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Parenting Plans in Minnesota
As of January 1st, 2001, Minnesota litigants have had the option of stipulating to a "Parenting Plan" in lieu of a traditional custody award. A major goal of this legislation was to help parents avoid getting bogged down in arguments over the custody label. Unfortunately, the legislation hasn’t entirely lived up to its promise. The statute still requires custody labels, and although this is supposedly only for purposes of enforcement in other states, it remains a source of conflict.
Nevertheless, the Parenting Plan legislation does make possible two good options not previously available to parties:
First, it allows parties to stipulate to a "best interest of the child" standard for purposes of any future motions to modify parenting time. This is in lieu of the "endangerment" standard which would otherwise apply. Prior to enactment of the Parenting Plan legislation, parents were not even free to stipulate to a standard other than endangerment for future modification motions. This resulted in many custody conflicts even where both parties agreed that one or the other should have custody at present, because the prospective non-custodial parent didn’t want to be in a position of having to prove endangerment in order to modify custody in the future.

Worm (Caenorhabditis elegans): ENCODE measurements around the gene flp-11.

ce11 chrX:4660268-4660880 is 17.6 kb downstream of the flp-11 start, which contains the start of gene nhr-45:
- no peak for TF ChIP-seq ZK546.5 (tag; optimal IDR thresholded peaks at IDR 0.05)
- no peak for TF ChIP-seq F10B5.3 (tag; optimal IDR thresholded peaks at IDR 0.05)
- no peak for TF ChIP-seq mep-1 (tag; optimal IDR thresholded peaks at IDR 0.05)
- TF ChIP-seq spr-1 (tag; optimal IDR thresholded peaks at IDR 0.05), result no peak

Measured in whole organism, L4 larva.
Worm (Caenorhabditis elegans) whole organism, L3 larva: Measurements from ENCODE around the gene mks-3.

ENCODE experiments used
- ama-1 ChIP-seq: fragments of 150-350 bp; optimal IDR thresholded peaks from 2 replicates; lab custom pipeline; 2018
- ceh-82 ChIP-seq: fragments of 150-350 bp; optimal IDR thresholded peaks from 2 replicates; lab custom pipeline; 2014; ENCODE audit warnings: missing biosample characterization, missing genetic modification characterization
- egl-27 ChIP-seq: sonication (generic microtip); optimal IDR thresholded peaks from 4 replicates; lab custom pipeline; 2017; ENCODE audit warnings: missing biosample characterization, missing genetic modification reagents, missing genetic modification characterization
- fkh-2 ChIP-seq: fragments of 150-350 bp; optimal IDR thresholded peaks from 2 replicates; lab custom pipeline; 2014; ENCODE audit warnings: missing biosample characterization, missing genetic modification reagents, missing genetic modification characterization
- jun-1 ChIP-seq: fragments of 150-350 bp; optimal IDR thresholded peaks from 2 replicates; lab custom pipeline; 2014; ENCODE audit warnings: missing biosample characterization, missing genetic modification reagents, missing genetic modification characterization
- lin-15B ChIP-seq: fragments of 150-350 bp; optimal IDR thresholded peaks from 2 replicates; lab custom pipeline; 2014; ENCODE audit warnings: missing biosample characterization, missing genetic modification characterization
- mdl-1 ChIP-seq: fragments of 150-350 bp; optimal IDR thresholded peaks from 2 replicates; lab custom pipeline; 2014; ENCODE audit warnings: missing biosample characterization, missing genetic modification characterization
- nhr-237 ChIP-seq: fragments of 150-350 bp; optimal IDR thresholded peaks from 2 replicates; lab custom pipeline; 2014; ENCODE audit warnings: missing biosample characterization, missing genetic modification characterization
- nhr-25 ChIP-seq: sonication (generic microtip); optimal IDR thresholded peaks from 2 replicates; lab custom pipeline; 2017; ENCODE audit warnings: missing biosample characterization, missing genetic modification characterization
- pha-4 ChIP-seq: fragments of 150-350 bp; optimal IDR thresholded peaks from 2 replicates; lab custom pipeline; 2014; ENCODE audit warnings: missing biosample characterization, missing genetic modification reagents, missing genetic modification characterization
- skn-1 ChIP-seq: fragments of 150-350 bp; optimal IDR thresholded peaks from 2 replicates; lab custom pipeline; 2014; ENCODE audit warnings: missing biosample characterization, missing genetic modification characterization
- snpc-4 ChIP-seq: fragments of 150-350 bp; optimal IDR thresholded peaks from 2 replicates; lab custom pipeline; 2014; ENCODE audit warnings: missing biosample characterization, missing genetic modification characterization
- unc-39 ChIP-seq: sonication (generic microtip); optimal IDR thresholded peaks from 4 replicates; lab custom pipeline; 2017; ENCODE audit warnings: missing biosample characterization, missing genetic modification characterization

Second, it allows parties to stipulate to a "best interest of the child" standard for purposes of any future motion to move the children’s residence out of state. Without such a stipulation, the non-custodial parent would have to prove either that the move would endanger the children, or that the move is only intended to interfere with parenting time, in order to prevent the move.
When dividing property in a Minnesota divorce, the spouses must be prepared with information about property, including date of purchase, an estimate of value, and details such as account numbers, serial numbers and so forth.
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